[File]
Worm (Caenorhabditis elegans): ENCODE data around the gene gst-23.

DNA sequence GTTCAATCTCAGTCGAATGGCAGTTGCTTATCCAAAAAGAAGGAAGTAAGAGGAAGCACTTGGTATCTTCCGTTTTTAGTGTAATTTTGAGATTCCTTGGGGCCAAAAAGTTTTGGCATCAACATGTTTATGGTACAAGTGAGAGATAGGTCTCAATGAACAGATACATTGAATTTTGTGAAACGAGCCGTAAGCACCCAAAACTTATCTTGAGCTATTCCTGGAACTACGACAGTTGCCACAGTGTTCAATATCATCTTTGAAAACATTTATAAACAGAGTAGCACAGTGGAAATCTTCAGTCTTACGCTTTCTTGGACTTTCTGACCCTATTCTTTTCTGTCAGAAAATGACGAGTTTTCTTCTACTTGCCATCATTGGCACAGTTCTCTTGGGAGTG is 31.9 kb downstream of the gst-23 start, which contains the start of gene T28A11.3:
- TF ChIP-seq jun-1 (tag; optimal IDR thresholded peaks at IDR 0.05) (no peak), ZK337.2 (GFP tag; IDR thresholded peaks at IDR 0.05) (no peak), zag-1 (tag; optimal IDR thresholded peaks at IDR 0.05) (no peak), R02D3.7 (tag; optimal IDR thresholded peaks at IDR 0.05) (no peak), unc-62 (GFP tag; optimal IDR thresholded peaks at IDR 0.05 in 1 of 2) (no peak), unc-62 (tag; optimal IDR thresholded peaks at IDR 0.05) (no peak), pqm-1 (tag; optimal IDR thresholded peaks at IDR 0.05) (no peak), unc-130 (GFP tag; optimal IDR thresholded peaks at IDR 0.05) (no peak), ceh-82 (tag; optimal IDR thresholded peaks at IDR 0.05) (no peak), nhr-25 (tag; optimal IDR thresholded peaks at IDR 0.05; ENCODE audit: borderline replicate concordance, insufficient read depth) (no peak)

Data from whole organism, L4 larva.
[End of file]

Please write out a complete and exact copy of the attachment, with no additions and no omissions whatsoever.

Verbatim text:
Worm (Caenorhabditis elegans): ENCODE data around the gene gst-23.

DNA sequence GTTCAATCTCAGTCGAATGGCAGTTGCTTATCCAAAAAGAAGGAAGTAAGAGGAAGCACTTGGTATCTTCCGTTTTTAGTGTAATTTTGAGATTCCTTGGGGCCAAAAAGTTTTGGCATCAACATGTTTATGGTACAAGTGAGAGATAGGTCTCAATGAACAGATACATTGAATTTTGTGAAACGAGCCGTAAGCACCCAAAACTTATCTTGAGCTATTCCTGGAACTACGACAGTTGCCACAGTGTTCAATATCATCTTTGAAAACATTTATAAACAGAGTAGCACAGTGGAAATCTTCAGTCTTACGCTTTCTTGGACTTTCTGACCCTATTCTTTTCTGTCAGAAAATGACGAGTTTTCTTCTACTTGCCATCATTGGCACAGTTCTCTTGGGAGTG is 31.9 kb downstream of the gst-23 start, which contains the start of gene T28A11.3:
- TF ChIP-seq jun-1 (tag; optimal IDR thresholded peaks at IDR 0.05) (no peak), ZK337.2 (GFP tag; IDR thresholded peaks at IDR 0.05) (no peak), zag-1 (tag; optimal IDR thresholded peaks at IDR 0.05) (no peak), R02D3.7 (tag; optimal IDR thresholded peaks at IDR 0.05) (no peak), unc-62 (GFP tag; optimal IDR thresholded peaks at IDR 0.05 in 1 of 2) (no peak), unc-62 (tag; optimal IDR thresholded peaks at IDR 0.05) (no peak), pqm-1 (tag; optimal IDR thresholded peaks at IDR 0.05) (no peak), unc-130 (GFP tag; optimal IDR thresholded peaks at IDR 0.05) (no peak), ceh-82 (tag; optimal IDR thresholded peaks at IDR 0.05) (no peak), nhr-25 (tag; optimal IDR thresholded peaks at IDR 0.05; ENCODE audit: borderline replicate concordance, insufficient read depth) (no peak)

Data from whole organism, L4 larva.